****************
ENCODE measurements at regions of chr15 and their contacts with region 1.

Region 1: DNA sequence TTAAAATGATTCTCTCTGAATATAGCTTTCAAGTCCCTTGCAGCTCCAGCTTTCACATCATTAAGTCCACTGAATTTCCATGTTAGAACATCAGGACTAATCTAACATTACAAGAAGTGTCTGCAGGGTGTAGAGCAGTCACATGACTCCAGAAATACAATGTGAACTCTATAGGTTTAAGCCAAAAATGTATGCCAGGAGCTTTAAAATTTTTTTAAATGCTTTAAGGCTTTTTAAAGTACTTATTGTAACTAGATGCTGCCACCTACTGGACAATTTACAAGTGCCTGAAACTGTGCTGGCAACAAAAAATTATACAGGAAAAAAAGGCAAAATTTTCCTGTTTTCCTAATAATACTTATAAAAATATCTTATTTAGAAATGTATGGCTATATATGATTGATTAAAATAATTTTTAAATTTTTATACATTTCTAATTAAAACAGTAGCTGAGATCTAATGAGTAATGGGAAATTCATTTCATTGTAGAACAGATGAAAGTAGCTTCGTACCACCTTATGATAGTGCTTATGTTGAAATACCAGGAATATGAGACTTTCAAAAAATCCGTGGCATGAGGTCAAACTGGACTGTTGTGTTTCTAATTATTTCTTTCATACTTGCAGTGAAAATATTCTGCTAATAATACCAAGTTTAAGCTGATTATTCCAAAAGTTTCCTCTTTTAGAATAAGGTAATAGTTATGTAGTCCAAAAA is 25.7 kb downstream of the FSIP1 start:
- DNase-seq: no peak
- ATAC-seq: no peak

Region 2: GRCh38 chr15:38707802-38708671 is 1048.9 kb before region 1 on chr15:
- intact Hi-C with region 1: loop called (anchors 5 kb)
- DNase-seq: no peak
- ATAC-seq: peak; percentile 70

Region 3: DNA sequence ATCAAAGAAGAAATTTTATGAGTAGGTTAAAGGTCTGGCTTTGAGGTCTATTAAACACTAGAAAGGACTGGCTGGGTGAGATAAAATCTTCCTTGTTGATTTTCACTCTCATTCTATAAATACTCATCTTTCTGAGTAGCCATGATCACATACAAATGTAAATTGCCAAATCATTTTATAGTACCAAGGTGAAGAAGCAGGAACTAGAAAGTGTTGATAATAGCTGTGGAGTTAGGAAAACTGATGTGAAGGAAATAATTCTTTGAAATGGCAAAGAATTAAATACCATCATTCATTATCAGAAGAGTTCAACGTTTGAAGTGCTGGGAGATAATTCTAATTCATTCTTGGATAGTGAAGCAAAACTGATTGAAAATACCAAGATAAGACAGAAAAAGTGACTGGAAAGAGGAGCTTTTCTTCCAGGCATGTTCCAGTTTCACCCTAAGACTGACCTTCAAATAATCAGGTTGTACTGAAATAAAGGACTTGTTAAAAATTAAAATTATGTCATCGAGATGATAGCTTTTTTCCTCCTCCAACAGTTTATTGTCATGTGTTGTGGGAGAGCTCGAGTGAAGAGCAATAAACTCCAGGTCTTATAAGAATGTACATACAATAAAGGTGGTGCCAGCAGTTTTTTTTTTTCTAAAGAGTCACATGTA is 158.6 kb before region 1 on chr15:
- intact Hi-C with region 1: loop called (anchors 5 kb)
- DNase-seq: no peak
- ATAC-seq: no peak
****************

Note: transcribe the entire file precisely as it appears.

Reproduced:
ENCODE measurements at regions of chr15 and their contacts with region 1.

Region 1: DNA sequence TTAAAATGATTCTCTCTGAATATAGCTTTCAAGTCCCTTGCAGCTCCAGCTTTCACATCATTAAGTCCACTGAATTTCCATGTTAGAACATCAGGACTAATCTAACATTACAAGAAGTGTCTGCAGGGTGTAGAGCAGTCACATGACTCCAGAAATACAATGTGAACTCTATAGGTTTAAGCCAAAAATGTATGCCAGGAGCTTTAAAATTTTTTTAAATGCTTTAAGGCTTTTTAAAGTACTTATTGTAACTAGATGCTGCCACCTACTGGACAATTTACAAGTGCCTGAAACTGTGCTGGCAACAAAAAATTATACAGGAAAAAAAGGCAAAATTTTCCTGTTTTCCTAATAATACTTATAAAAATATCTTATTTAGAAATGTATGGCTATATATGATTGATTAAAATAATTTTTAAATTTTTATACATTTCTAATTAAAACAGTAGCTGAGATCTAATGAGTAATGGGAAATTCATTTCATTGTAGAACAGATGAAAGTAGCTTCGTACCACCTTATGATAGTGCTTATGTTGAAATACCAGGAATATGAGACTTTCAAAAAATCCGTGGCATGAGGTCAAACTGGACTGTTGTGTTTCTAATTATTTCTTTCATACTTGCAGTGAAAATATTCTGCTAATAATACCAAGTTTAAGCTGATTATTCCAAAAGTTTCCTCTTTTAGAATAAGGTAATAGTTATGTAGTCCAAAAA is 25.7 kb downstream of the FSIP1 start:
- DNase-seq: no peak
- ATAC-seq: no peak

Region 2: GRCh38 chr15:38707802-38708671 is 1048.9 kb before region 1 on chr15:
- intact Hi-C with region 1: loop called (anchors 5 kb)
- DNase-seq: no peak
- ATAC-seq: peak; percentile 70

Region 3: DNA sequence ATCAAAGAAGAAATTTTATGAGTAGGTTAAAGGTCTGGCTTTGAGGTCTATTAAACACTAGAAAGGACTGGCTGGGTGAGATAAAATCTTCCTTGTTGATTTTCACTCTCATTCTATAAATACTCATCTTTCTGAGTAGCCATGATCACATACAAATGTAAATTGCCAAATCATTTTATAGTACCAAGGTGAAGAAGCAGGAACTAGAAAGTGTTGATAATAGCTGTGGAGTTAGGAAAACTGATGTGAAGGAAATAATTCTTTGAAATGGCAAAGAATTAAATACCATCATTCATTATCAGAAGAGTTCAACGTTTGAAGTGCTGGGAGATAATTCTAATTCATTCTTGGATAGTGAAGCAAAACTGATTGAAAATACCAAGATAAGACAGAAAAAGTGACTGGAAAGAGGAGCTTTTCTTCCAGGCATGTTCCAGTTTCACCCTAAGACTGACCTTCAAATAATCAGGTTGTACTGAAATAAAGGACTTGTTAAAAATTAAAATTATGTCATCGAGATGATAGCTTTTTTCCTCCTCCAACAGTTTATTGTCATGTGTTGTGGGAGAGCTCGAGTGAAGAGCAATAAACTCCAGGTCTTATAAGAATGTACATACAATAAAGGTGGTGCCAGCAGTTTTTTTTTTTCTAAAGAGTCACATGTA is 158.6 kb before region 1 on chr15:
- intact Hi-C with region 1: loop called (anchors 5 kb)
- DNase-seq: no peak
- ATAC-seq: no peak